Ruttonjee Hospital

Ruttonjee Hospital is a hospital in Wan Chai on Hong Kong Island in Hong Kong. It is affiliated with the Li Ka Shing Faculty of Medicine, at the University of Hong Kong, and provides clinical attachment opportunities for the university's medical students.

Ruttonjee Hospital
Hospital Authority and the Hong Kong Tuberculosis, Chest and Heart Diseases Association
Refer to caption
Ruttonjee Hospital, viewed from Queen's Road East
Ruttonjee Hospital is located in Hong Kong
Ruttonjee Hospital
Geography
Location266 Queen's Road East, Wan Chai, Hong Kong Island, Hong Kong
Coordinates22°16′34″N 114°10′31″E / 22.27604°N 114.17521°E / 22.27604; 114.17521Coordinates: 22°16′34″N 114°10′31″E / 22.27604°N 114.17521°E / 22.27604; 114.17521
Organisation
Care systemPublic
FundingGovernment hospital
TypeDistrict, Teaching
Affiliated universityLi Ka Shing Faculty of Medicine, University of Hong Kong
NetworkHong Kong East Cluster
Services
Emergency departmentYes, 24 hour Accident and Emergency
Beds600
HelipadNo
History
Opened1991; 30 years ago (1991); historical ties to Royal Naval Hospital (Hong Kong) (1841)
Links
ListsHospitals in Hong Kong
Ruttonjee Hospital
Traditional Chinese律敦治醫院
Simplified Chinese律敦治医院

HistoryEdit

 
Ruttonjee Hospital

Centrally located in Wan Chai, the Ruttonjee Hospital is a recently redeveloped hospital[when?] with a history that goes back more than 140 years. It was founded on the Mount Shadwell, Wan Chai site which was formerly occupied by the "Royal Naval Hospital", which was severely damaged during the Second World War.[1]

In 1949, the "Ruttonjee Sanatorium" (Chinese: 律敦治療養院; Cantonese Yale: Leuhtdēunjih Lìuhyéuhngyún) was set up with the support of Mr Jehangir Hormusjee Ruttonjee in memory of his daughter, Tehmi Ruttonjee-Desai, who died of tuberculosis in 1943.[1] It was one of the main institutions specifically treating tuberculosis in Hong Kong. Development and expansion of the hospital was overseen by Sister Dr Mary Aquinas Monaghan, a missionary nun from Ireland.[2]

It was converted into the "Ruttonjee Hospital", a 600-bed general hospital, in 1991 not only because the number of patients suffering from tuberculosis had decreased, but also because patients are increasingly treated by out-patient chemotherapy.[3] The hospital now provides a wide range of services to meet the requirements of the community.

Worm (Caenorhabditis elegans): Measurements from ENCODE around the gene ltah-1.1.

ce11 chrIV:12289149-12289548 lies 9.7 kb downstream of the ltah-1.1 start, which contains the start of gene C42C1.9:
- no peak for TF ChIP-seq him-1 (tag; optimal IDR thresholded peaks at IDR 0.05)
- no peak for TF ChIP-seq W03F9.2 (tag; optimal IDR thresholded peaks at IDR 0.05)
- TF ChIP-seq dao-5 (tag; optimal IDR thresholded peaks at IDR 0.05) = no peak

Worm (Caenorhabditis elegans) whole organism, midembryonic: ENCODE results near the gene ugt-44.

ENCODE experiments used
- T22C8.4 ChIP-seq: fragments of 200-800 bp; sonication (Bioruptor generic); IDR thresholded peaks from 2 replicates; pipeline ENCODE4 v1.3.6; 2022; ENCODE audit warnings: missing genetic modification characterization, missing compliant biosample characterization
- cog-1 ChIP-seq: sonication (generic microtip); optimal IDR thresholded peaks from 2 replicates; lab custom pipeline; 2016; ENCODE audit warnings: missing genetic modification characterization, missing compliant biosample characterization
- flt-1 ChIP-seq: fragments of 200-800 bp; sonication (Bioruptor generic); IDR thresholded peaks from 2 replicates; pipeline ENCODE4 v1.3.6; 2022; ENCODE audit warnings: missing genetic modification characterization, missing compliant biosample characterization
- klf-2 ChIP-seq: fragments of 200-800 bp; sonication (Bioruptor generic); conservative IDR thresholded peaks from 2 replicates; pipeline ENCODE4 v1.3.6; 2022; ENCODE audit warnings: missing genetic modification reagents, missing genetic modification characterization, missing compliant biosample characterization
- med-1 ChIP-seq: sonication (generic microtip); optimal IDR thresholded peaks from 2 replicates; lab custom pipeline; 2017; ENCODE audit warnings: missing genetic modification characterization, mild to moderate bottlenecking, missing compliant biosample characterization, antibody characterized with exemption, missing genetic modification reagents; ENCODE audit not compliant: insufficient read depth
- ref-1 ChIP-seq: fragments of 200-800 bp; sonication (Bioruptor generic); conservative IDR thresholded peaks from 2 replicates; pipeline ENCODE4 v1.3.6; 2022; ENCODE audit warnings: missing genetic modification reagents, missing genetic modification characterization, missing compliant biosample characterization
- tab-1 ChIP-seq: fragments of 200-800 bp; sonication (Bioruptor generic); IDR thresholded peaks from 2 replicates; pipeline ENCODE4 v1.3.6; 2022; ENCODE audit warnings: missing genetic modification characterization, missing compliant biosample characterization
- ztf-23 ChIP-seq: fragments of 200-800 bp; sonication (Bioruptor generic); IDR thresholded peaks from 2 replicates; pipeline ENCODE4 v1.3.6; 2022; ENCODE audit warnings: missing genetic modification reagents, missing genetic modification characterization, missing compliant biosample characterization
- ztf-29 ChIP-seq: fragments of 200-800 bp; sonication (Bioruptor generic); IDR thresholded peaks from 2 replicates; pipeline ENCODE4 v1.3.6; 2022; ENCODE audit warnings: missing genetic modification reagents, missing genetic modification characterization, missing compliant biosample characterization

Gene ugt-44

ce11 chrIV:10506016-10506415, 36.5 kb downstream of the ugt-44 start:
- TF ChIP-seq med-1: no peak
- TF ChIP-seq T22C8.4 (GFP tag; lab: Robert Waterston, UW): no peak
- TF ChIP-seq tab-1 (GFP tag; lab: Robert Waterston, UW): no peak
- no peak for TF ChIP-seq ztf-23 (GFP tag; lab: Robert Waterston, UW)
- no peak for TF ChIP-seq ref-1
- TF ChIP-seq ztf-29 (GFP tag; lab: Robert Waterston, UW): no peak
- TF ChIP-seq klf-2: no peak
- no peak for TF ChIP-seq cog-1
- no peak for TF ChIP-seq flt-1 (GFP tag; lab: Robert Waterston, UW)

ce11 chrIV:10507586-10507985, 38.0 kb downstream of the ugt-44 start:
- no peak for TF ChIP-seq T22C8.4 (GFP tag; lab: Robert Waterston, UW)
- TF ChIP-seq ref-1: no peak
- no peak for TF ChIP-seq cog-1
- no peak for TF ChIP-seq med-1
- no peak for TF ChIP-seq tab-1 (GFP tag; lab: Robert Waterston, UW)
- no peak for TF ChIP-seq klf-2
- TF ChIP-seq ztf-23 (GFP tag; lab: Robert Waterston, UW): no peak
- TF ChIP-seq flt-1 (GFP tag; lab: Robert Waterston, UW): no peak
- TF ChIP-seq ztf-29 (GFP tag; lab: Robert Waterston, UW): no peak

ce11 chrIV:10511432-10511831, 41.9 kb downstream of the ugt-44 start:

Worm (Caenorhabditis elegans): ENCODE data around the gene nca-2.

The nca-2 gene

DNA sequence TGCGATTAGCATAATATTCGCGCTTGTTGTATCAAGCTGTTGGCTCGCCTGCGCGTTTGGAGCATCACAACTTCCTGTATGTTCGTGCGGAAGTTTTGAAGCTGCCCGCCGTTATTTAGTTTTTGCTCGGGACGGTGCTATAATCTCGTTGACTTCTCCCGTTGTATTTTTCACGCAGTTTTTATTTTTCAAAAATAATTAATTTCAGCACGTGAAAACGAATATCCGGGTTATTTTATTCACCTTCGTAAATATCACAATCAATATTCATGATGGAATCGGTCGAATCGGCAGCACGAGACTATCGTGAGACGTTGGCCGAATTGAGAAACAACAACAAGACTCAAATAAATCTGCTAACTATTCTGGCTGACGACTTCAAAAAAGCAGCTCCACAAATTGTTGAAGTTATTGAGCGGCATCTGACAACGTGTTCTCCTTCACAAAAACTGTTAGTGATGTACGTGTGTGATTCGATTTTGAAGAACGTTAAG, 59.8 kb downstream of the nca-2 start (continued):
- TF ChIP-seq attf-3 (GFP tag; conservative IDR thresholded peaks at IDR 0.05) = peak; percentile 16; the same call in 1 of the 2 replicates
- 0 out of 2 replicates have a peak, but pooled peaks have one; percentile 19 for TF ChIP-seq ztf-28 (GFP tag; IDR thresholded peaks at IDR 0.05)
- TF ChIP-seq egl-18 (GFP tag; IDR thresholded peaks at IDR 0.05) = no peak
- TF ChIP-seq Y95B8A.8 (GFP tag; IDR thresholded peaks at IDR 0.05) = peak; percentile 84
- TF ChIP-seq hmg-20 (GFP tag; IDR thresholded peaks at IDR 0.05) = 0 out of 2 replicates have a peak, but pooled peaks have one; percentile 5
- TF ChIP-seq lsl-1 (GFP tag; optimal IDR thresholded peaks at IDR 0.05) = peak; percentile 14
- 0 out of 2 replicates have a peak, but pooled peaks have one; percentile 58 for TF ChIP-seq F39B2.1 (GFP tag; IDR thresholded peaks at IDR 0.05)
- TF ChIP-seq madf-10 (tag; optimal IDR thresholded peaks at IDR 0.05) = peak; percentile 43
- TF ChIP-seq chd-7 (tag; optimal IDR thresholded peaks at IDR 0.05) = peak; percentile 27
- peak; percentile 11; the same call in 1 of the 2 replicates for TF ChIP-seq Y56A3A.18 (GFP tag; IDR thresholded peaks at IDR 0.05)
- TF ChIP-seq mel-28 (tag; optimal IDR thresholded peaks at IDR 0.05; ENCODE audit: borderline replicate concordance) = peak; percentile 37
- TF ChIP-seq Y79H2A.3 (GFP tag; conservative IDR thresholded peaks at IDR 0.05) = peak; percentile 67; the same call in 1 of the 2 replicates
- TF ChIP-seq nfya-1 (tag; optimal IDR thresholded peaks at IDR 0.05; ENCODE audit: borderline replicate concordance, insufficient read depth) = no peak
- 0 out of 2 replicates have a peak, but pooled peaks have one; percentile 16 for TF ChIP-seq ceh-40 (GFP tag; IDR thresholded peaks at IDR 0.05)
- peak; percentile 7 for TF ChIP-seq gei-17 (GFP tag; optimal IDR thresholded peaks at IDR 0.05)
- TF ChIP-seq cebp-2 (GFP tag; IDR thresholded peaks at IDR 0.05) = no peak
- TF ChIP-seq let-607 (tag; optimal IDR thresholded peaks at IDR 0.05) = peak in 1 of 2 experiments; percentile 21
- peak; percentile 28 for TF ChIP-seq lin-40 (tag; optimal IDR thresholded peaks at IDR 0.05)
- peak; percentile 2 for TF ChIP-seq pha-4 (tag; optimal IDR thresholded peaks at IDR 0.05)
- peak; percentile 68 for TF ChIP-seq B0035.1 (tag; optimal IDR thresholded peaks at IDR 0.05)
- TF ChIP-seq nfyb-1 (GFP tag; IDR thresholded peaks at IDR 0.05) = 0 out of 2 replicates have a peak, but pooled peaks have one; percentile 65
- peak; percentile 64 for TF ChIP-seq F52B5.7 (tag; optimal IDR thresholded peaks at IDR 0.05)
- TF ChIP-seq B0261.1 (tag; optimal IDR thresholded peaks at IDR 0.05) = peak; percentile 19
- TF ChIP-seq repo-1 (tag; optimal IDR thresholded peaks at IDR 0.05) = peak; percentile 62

Since reconstruction, the hospital has become an acute general hospital with general medical and surgical specialities. It does not, however, provide paediatric, obstetric or gynaecological cover. Its surgical department enjoys high acclaim as the Ruttonjee is the only hospital in Hong Kong to provide gender-reassignment operations. The geriatrics service has also developed in recent years in response to the ageing population of the Wan Chai district.

ServicesEdit

  • 24 hour Emergency Department
  • Anaesthesia
  • Cardiac and Intensive Care Unit
  • Radiology
  • Geriatrics
  • Infirmary and Rehabilitation Medicine
  • Orthopaedics and Traumatology
  • Palliative Care
  • Pathology
  • Respiratory Medicine
  • Surgery

OthersEdit

  • Cardiac and Pulmonary Rehabilitation Programme
  • Chaplaincy and Pastoral Care
  • Combined Endoscopy Unit
  • Community Geriatric Assessment
  • Electro-medical Diagnostic Unit
  • Geriatric Day Hospital
  • Health Resource Centre
  • Special Accommodation Ward
  • Specialist Out-patient Department
  • Volunteer Service

ControversyEdit

On 31 March 2010, the Hong Kong High Court approved a settlement in the legal action brought by British author Martin Jacques over the death of his wife Harinder Veriah. She was hospitalised in Ruttonjee Hospital after an epileptic fit on 1 January 2000 and died the following evening. The case seemed to expose racial prejudice and medical negligence by doctors and staff.[4]

See alsoEdit

ReferencesEdit

  1. ^ a b The Royal Naval Hospital, Hong Kong, private website citing Harland, Kathleen, The Royal Navy in Hong Kong since 1841, Maritime Books, Liskeard, Cornwall, undated; and Melson, Commodore P.J., (ed.), White ensign – red dragon, Edinburgh Financial Publishing, Hong Kong, 1997
  2. ^ O'Neill, Mark (1 August 2019). "Last Word: Remembering Sister Mary Aquinas, who dedicated her life to fighting tuberculosis". Ariana Life. Retrieved 7 July 2020.
  3. ^ Michael Humphries (1996). Ruttonjee Sanatorium: Life and Times. Hong Kong: The Sanatorium?.
  4. ^ McVeigh, Karen (31 March 2010). "Hospital pays compensation over 'racism' death". The Guardian. Retrieved 4 June 2014.

External linksEdit